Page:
WALK THE PROUD LAND—-after decades of reinforcing the image of Native Americans as murderous fiends, select movies of the 50s started to to showcase them in a progressively sympathetic light in fare like Broken Arrow, Devil’s Doorway, Chief Crazy Horse and White Feather. This 1956 Audie Murphy vehicle is the truth-based story of John Clum, the Indian agent who helped bring in Geronimo and keep some peace on the San Carlos Reservation.* He had to fight the bitter resentment of the Army, used to raking profit off the dismal operations, as well as the natural hostility of some of the tribesmen, people of various disunited bands thrown together by far-off government bureaucracy and indifference.
It’s a sincere effort, but regrettably dull and cliched. Murphy does his standard okay work. but Jesse Hibbs’ direction is uninspired, there’s virtually no action to add any dollops of excitement over the 89 minutes, and a clash of female co-stars comes off in limp fashion.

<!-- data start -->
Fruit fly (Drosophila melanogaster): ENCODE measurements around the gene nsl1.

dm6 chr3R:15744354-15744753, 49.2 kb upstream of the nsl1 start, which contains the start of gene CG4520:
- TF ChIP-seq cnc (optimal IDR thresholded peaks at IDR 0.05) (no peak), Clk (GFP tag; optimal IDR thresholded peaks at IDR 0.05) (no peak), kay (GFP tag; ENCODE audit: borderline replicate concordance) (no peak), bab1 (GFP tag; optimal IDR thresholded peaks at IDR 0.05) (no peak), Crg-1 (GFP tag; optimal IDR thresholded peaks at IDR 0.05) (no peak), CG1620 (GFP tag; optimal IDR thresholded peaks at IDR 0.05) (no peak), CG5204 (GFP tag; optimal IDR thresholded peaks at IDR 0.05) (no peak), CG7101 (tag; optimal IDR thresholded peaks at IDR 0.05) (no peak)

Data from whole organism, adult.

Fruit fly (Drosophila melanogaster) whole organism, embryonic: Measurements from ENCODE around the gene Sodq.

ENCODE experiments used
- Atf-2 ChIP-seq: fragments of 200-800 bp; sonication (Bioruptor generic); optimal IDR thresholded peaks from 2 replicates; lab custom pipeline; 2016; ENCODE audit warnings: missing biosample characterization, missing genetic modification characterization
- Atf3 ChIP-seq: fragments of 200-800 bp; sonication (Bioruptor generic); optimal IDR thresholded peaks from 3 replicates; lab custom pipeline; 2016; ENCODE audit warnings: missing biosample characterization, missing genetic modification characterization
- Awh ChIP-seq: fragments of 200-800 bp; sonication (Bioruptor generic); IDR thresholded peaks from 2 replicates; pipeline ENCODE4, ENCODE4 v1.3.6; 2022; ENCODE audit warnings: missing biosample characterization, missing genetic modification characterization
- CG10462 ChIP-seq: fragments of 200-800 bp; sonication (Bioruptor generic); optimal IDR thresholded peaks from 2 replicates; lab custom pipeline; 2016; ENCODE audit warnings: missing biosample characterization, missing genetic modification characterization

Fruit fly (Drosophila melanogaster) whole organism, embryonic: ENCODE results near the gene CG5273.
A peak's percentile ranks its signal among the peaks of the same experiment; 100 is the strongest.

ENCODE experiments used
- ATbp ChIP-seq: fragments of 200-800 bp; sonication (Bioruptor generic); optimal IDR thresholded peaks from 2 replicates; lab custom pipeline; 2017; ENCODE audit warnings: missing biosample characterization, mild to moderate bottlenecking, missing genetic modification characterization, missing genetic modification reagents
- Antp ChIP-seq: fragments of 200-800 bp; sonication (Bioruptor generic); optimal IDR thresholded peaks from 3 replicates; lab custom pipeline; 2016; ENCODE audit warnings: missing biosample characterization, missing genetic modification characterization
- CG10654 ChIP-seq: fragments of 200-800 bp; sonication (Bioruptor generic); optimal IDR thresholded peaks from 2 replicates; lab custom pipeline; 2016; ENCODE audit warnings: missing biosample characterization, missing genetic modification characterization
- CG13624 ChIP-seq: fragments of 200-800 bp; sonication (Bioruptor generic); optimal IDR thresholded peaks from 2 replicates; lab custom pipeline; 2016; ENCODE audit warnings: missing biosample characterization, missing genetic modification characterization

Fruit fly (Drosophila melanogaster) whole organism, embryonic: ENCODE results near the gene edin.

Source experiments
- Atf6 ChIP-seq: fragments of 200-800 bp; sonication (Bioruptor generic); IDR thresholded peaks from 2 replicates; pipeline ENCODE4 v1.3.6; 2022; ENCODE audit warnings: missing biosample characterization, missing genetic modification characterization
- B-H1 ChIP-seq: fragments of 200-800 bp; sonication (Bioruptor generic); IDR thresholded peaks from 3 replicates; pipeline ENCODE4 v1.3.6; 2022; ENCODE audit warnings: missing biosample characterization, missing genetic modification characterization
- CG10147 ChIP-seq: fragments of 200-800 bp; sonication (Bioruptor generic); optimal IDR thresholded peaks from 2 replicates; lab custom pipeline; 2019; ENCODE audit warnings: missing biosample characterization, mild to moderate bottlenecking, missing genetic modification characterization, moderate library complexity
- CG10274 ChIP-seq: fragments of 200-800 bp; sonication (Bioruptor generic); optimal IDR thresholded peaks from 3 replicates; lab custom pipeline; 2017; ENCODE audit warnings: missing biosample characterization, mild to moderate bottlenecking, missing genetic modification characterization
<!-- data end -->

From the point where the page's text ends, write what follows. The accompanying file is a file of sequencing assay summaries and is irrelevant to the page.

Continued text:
Anne Bancroft, who probably giggled when recalling this, masquerades as an Apache maiden, a servant-gift to agent Clum, and Pat Crowley plays the white girl who becomes his wife: the two don’t like each other. Bancroft is made up and dressed to be more earthy and appealing, in the best Hollywood ‘sexy-savage’ tradition.
Good color and sound mark the production, which gave jobs to Charles Drake, Tommy Rall, Robert Warwick, Jay Silverheels, Anthony Caruso, Morris Ankrum and Addison Richards. Murphy’s audience didn’t want their action hero to play a pacifist, with this outing corralling around $4,300,000, disappointing enough that the actor scotched his hopes of making a picture about the great western artist Charles M. Russell. Journeyman Universal Studios director Hibbs had steered the the star in his biggest hit, To Hell And Back, and would work with him a total of six times.
*Well, credit for trying: after Clum left his three-year term in 1877, his successor freed Geronimo, and the vicious Southwest guerrilla warfare with his Chiricahua band continued for fifteen years. Clum went on to become Mayor of Tombstone and the founder-editor of its newspaper, a backer of the Earps and lifelong friend of Wyatt. He died in 1932, age 81.